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First update, December 2015

As a nine year old kid, I met an older cousin on our summer vacation in 1960. Out of one corner of his bedroom, he was “working the world” with a radio he had built. I was fascinated by Morse code, so he wrote the alphabet and numbers on a sheet of paper that I kept for many years. I had some brief exposure to Morse code a couple years later as a Boy Scout and thru a friend’s father, “Andy” Anderson (WB4ESR), but never got started in this great hobby. Fifty years would pass before I got my Technician, then General license in in 2013. If you want to become proficient in CW, this is not the path I would recommend.

So now, at 65, I continue to try to learn CW. Having learned the letters and not the sounds, it seems to be taking an awfully long time to be able to copy at a respectable speed. If you are here because we just met on the air, you are already aware of that. Still, the fascination with CW continues and I am determined that my ever-aging brain will get it sooner or later.

I am active in the Lakeland Amateur Radio Club, where I receive regular education and encouragement. It is a very active club, with excellent, experienced leadership and a broad demographic mix. There is always some public event for which the club provides communication support, picnic, field exercise or get-together of some sort. Rich (N4ESS), Bob (K2EUH), Chet (AB4XK), Rip (AA4HT) and Fred (K1DU) are great Elmers and their CW skills are inspirational.  (One of these guys suggested that a more appropriate call sign for me would have been AS1QRS, which is CW for "Wait 1, Send Slower")

-----     Performing some indespensable task at LARC Field Day, 2014

Performing some indespensable task at LARC Field Day, 2014

-----     Getting some wire in the air for a LARC picnic at Lake Parker in 2015 (KK4FEM in background)

-----     Another "mission critical" assignment at LARC Field Day 2015

I enjoy operating outdoors, QRP and participating in SKCC events, although I mostly use paddle and keyer for day to day. The shack is humble, with an ICOM-718 and IT-100 auto-tuner. We live out in the country, so there are dipoles hanging from the oak limbs around my free-standing office/shack. (My lovely wife of 39 years is very tolerant.) Out and about, I use my Buddipole or a recently acquired Alex Loop. I have a Carolina Windom for 10-20-40 meters here at the QTH; 15, 17 & 30 meters have their own dipoles. The FT-817 ND spends its days in the truck, mostly on 17 and 20 meters. (The Vibroplex Code Warrior on the passenger seat is mostly for show.) Another Yaesu, a FT-2900R/E rounds out the arsenal, giving me access to the club’s repeater and lets me participate in the LARC weekly net. I have a home-brew 2 meter Moxon on the highest corner of the shack roof, aimed directly at the repeater tower, with an IC-T70A handheld as backup and for 70 cm access.



I regularly upload my log to eQSL, QRZ and LoTW and will return a paper QSL card for each one I receive; no charge, no postage, no SASE needed. If you’ve been patient enough to last through the entire QSO, you’ve earned at least a QSL card gratis. Someone has said that a CW QSO with me is a lot like going into labor: “You can never be sure how bad it will be or how long it will last..."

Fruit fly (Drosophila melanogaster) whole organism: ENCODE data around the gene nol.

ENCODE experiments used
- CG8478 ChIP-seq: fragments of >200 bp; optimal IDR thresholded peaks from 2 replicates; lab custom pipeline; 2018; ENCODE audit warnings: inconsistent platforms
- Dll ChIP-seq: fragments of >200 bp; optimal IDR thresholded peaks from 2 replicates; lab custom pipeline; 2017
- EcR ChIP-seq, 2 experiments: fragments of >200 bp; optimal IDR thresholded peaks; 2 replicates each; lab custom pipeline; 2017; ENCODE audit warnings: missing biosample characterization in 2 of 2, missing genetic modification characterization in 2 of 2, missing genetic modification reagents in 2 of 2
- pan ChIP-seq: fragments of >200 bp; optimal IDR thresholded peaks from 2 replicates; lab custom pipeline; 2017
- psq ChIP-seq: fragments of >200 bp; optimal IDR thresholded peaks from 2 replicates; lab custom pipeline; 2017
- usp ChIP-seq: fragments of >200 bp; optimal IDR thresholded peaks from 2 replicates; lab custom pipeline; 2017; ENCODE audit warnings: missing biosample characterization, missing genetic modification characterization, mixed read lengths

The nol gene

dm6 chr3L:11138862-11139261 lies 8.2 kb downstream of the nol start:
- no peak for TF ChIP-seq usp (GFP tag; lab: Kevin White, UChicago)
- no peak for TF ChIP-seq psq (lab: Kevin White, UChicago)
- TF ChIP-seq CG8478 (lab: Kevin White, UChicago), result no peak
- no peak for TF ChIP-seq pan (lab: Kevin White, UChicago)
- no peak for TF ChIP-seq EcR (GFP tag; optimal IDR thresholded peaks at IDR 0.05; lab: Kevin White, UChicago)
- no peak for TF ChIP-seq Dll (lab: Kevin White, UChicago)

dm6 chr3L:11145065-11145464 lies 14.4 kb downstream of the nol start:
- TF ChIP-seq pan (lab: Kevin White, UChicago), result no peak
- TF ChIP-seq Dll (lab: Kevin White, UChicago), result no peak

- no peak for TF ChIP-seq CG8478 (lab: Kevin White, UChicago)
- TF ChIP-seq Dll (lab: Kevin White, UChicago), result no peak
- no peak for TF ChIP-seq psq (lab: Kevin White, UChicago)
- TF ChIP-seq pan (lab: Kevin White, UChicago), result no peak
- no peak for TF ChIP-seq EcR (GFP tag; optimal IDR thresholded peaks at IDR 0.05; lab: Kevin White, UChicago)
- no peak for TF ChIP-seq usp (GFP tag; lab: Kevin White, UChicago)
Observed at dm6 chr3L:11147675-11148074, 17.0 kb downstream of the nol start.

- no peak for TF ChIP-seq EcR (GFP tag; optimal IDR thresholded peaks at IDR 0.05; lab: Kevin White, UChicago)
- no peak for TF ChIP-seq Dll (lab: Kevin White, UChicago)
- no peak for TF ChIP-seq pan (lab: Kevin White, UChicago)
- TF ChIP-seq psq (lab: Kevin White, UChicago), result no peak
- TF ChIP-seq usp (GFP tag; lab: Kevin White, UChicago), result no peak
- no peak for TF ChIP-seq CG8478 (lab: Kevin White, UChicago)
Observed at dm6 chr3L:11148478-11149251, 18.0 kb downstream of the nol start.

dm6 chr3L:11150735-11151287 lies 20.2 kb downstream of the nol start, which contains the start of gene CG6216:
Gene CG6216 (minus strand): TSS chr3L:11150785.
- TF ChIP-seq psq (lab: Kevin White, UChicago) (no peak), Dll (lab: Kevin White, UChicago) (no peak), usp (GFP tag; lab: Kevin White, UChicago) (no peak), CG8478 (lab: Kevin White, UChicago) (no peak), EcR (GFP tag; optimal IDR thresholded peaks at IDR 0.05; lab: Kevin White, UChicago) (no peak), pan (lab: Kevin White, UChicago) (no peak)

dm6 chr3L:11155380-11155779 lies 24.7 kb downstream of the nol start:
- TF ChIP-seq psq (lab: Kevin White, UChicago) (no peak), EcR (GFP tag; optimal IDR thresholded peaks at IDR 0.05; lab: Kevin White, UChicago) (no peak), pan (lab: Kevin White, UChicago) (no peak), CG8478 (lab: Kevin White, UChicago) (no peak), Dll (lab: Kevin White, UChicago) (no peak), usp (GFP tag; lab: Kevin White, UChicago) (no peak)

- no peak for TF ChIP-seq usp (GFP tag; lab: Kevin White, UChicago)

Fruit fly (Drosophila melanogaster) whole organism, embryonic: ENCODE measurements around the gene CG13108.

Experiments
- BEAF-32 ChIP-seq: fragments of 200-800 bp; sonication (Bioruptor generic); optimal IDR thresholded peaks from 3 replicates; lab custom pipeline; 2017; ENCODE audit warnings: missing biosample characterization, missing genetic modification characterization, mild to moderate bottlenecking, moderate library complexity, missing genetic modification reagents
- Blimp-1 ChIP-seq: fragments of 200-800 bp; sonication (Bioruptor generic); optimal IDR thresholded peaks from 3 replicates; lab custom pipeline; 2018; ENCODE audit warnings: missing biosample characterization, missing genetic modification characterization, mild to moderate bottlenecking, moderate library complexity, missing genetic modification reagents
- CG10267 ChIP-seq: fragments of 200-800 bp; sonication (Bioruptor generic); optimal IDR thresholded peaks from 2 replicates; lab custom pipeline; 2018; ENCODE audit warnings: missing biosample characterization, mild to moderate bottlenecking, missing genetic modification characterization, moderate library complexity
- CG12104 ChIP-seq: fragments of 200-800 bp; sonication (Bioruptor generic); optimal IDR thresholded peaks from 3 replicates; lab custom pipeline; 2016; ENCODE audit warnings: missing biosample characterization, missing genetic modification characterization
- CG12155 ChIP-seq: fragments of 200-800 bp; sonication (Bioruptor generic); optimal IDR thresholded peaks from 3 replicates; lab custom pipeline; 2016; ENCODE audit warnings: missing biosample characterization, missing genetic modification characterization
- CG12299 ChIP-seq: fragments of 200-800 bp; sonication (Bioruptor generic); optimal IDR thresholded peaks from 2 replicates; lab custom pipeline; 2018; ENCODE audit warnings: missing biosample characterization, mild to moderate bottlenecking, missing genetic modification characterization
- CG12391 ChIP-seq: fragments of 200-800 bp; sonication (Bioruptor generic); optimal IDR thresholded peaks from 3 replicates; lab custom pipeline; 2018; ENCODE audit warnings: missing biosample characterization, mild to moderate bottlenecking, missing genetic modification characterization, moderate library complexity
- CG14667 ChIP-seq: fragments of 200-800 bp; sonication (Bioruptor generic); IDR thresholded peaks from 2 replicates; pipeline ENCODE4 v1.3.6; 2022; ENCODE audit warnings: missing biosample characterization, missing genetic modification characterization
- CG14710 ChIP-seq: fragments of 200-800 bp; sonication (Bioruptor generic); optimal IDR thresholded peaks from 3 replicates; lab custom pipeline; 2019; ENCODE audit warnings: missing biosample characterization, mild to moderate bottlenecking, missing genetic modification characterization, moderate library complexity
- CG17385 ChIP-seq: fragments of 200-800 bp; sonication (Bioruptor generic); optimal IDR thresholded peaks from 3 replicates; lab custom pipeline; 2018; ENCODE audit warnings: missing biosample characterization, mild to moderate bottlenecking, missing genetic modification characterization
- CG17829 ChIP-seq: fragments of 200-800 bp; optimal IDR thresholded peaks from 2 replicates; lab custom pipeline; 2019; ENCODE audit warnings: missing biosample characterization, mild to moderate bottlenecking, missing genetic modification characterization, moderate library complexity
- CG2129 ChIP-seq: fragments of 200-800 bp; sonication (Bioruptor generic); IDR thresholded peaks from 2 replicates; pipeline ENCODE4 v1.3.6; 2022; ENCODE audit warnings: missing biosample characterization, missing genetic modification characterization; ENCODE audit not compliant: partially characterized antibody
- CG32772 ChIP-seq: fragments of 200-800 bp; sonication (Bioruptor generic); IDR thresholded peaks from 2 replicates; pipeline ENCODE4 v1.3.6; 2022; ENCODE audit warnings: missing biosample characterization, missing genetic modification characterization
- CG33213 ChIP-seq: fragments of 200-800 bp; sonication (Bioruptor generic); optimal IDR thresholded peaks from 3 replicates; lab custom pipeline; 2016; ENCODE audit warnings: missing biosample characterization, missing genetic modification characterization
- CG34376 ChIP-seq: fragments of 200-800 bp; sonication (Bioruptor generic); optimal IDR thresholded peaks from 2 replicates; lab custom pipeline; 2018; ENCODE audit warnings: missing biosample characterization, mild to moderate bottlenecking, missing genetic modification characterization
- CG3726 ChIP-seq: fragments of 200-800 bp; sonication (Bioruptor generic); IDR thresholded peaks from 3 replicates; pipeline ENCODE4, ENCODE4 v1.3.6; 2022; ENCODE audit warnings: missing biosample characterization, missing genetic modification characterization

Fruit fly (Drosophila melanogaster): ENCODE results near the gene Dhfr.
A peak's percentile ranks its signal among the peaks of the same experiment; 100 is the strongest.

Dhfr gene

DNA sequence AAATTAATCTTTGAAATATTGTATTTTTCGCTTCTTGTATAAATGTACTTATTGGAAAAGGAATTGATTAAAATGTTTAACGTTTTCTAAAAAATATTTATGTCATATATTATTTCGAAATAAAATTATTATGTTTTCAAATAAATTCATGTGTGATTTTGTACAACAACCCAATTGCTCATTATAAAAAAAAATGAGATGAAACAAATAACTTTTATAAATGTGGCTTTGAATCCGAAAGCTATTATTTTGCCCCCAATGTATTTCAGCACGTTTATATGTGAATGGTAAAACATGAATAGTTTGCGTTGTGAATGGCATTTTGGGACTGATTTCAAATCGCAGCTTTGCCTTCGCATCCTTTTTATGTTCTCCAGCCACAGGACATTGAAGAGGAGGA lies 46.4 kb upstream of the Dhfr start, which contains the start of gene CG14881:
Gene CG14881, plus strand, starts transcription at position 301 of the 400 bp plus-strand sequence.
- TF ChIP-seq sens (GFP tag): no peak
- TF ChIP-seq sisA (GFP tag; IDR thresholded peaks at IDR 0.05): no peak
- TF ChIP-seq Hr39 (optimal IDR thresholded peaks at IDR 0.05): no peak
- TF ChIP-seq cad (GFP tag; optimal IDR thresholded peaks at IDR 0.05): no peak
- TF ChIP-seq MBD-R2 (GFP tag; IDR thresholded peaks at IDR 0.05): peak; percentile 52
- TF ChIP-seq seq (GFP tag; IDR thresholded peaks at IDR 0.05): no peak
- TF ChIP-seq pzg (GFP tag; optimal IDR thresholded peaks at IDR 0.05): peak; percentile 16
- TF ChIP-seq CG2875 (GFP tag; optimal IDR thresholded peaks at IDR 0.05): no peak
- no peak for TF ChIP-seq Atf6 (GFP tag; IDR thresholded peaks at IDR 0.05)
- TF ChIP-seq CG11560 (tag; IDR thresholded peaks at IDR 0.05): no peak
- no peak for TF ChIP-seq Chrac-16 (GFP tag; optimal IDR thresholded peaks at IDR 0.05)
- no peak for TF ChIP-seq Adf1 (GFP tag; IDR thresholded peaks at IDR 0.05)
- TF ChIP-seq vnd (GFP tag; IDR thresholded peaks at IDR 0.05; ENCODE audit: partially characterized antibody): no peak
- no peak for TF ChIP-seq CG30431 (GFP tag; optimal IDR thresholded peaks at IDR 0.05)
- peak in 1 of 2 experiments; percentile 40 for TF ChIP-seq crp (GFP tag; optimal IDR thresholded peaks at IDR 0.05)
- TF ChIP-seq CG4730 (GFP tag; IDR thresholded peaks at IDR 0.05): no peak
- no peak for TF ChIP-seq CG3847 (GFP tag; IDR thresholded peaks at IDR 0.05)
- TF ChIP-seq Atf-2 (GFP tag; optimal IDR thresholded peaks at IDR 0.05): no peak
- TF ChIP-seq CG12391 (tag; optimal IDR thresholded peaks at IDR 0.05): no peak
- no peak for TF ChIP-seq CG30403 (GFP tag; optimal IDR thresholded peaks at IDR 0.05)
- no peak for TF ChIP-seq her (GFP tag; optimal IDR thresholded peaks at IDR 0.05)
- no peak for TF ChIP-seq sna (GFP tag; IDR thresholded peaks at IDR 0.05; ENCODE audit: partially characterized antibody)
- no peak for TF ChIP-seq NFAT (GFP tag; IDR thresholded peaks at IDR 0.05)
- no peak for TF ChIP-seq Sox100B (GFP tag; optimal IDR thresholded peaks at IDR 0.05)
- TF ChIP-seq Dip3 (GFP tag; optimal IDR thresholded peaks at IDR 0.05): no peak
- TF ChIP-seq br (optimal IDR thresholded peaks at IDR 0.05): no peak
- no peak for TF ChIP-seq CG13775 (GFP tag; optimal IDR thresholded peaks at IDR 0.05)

Thanks for the contact and the look-up. CU on the air.

73, Mike Shreve


SKCC# - 13474      FISTS# - 16493       NAQCC# - 7098     FLYING PIGS# - 3795

LARC Website:  http://lakelandarc.org/

LARC Blog:  http://lakelandarc.blogspot.com/ 

Left is from the north coast of Puerto Rico, between Carolina and Loiza, in December of 2015. Right is a few days later from Fajardo on the NW corner of the island. I'm still getting accustomed to the Alex Loop.


Update, September 2016:

I now upload all contacts to eQSL and LoTW. Still practicing 99.9% CW. Apparently, the aquisition of additional keys does not improve one's ability to copy and send code.

Nothing says Central Florida Ham Radio quite like an antenna mounted on a hog trap on a utility trailer. This is a nifty Wolf River Silver Bullet 1000 coil with a whip I was practice-tuning before the Skeeter Hunt last month. This thing is amazing and tunes 10 - 20 - 40 meters with results similar to what you see here.


Update December, 2016:

Feeling that my life was somehow incomplete with only 10-40 meters, I have just added a EFHW-8010 End-Fed to the farm, giving me access to 80 meters now as well. Seems to be working well so far - low SWR (1.8 or less except for 30 mtrs) across the HF bands without tuner. The logbook will reveal how well is works over time.


Update January 2018:

More fun and games with a quickly deployable field expedient antenna. This is a simple wire End-Fed with a 9:1 UnUn based on the design from EARC Emergency Amateur Radio Club. Radiator is a little over 30' and works well on 20 and 40 meters. The business end is elevated by a 38' push-up mast from Max-Gain Systems and secured in the TN07 mast mount bolted to a 2" receiver hitch. This can be operational within 10-15 minutes of arrival (provided no one wants to help). The entire antenna and mast remain within the footprint of the vehicle. When this is not a requirement, a 70' Model MS135 SuperWire tunes 10-80 meters. 73 HPE CU AGN





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